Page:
Yes, but the simple fact is they are way too many side books and randomly added moments to make this a cohesive story. Black Adam’s first appearance was this issue.

          • DCFan4Life

            That is like saying any issue where a character first shows up is bad…he is part of the Immortals and has a connection to the rock of Eternity. People do show up in books. Look at something like infinite crisis, every issue had people just showing up.

            Doomsday Clock started with a set bunch of characters…are you not expecting more characters to show?

          • DCFan4Life

            Forge, Casting and Batman lost are major books. The Gotham resistance, bats out of hell and dark knights tie-ins are just to give more info on nightmare batmen

      • DCFan4Life

        The Kendra bit is a reveal and new, bats and supes aged 30 years from their years being sucked out by the Dark tower, evil superman dissolved when superman woke up and Batman and him were saved by Dream, Starro has been alive in this continuity, Batman was tricked by the owls and Barbatos…kendra warned him, he was warned by Hawkman. He didn’t listen and got tricked…he didn’t listen!

        • Brian Clements

          I didn’t get the whole “Princess Bride Machine” vibe from the battery since Bruce said he had been there for 30 years.

          • DCFan4Life

            But, if you go with that, then that’s why he’s older! We saw Clark connected before when wonder woman disconnected him and it set up that in the machine, it feels like years go by. We were told the hero’s are being used as batteries. I guess I’m the only one who assumed that being a battery in a machine that makes you literally live nightmares over and over without any hope of winning would take a physical toll and also make you are those years you believe you are fighting through. Plus, this wasn’t the first issue we saw old Bruce, he was #3 cliffhanger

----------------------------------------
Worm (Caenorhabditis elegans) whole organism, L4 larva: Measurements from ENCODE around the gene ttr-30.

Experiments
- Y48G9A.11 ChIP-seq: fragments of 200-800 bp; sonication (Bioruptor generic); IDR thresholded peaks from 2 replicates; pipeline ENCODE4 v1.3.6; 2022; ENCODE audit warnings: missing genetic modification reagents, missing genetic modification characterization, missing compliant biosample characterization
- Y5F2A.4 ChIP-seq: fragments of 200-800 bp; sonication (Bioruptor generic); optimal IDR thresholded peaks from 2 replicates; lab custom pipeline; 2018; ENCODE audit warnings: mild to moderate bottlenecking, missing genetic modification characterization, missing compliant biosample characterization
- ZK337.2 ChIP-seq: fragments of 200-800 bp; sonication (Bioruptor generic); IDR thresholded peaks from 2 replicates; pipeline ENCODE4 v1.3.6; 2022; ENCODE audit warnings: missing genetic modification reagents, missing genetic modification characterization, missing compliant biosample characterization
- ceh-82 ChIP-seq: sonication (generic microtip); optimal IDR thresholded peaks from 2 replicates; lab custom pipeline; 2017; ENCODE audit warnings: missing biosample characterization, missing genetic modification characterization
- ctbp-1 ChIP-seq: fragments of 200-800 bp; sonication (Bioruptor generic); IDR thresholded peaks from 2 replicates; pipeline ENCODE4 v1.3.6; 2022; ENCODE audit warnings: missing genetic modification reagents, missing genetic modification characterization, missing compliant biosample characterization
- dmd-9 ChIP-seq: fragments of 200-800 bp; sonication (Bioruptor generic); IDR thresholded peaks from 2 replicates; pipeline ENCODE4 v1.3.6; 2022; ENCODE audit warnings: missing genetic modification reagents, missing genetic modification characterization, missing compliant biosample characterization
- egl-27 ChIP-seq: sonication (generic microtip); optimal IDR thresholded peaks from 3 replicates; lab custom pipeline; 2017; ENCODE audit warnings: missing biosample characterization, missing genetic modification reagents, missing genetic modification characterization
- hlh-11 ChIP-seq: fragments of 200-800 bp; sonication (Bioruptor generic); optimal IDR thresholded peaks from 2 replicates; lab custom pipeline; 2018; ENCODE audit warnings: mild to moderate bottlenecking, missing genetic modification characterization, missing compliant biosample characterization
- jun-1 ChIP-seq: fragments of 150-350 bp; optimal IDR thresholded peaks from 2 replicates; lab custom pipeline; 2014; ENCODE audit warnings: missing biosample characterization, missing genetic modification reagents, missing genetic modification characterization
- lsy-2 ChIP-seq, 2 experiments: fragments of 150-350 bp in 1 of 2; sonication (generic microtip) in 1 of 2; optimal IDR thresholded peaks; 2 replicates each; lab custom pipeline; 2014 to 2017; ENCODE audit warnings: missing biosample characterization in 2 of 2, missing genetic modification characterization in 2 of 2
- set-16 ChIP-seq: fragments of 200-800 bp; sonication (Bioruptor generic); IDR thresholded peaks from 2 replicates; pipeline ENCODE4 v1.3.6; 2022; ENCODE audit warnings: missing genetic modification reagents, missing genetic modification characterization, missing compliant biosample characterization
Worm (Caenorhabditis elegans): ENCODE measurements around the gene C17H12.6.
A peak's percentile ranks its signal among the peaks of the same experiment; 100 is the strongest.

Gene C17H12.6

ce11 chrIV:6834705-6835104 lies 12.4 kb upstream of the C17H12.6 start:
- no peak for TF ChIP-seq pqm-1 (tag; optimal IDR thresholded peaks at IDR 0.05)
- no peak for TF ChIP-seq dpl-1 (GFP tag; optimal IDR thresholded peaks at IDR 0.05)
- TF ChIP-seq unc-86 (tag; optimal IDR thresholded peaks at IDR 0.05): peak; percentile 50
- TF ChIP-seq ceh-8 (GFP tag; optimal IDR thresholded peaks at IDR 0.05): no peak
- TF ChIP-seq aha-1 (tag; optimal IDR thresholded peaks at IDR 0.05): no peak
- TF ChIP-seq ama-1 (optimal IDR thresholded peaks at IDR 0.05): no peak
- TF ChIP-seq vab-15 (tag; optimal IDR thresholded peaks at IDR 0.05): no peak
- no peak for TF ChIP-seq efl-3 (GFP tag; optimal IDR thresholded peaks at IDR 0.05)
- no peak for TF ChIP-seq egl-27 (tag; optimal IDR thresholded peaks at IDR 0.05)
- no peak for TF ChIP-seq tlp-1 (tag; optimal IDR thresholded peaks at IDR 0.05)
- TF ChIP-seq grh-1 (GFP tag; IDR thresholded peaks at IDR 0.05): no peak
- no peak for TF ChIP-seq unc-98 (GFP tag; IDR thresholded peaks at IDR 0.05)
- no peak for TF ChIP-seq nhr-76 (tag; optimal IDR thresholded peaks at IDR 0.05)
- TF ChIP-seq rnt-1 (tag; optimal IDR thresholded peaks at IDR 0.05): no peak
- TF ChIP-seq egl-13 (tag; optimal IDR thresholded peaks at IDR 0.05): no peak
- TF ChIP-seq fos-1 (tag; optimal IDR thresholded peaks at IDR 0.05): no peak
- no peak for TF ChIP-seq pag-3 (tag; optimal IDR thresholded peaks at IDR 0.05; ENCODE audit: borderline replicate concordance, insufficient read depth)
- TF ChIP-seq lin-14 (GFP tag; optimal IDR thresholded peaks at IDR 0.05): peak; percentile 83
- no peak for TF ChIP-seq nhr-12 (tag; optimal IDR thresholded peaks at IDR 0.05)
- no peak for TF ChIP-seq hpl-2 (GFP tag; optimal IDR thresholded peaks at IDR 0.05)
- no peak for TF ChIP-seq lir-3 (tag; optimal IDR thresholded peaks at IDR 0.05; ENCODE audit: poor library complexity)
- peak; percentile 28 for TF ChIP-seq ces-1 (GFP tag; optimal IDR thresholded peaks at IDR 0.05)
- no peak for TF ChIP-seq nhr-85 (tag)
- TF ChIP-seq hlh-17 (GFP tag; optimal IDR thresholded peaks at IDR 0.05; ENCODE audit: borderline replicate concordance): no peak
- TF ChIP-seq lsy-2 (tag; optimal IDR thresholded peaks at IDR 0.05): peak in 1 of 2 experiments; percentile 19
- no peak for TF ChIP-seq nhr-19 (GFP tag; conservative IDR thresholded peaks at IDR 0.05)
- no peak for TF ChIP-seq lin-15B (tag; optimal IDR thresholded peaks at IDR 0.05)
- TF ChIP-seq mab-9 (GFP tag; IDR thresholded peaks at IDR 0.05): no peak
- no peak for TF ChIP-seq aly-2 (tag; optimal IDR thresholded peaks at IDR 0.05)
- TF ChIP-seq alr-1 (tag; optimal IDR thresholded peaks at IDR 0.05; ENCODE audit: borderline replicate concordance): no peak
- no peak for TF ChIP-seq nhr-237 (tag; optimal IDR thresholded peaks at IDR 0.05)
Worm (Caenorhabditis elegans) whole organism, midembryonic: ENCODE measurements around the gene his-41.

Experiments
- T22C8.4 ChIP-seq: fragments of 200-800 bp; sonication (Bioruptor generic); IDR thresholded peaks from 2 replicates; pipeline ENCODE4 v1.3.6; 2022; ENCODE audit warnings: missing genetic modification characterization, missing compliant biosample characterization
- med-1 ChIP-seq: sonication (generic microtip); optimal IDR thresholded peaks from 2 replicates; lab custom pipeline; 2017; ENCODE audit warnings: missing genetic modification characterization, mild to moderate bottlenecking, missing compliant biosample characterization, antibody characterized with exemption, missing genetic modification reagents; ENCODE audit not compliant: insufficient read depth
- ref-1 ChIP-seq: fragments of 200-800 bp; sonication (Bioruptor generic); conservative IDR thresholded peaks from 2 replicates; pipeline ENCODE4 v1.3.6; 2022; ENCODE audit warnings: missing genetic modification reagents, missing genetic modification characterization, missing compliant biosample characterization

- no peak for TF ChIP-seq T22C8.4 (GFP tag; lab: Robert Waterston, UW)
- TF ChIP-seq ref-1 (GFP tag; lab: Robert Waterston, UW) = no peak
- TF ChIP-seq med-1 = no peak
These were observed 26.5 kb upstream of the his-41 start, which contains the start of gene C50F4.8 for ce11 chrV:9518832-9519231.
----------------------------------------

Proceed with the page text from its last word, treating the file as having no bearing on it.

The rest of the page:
• DCFan4Life

        You have read every issue, right? Which did u read?

      • DCFan4Life

        And Kendra turning into Lady Blackhawk (which she was called before) looked like part of the Immortals plan…she just showed up at the Rock of Eternity with the smuggled brain of the anti-monitor which was what the Immortals wanted to do to destroy the Dark Multiverse at the very beginning. The problem is that Batman and Superman are in the DM right now

        • Brian Clements

          The line LB says just after literally exploding out of Kendra’s body (All roads lead back to darkness) is the same as pretty much anyone from the DM. I can buy that it’s part of Black Adam/Vandal Savage’s plan, it’s just a bit muddy there. The main Immortals plan seemed sound, even with Supes and Bats in the DM. But they knew WW would never sacrifice them.

          • DCFan4Life

            exactly, that’s why she snuck the brain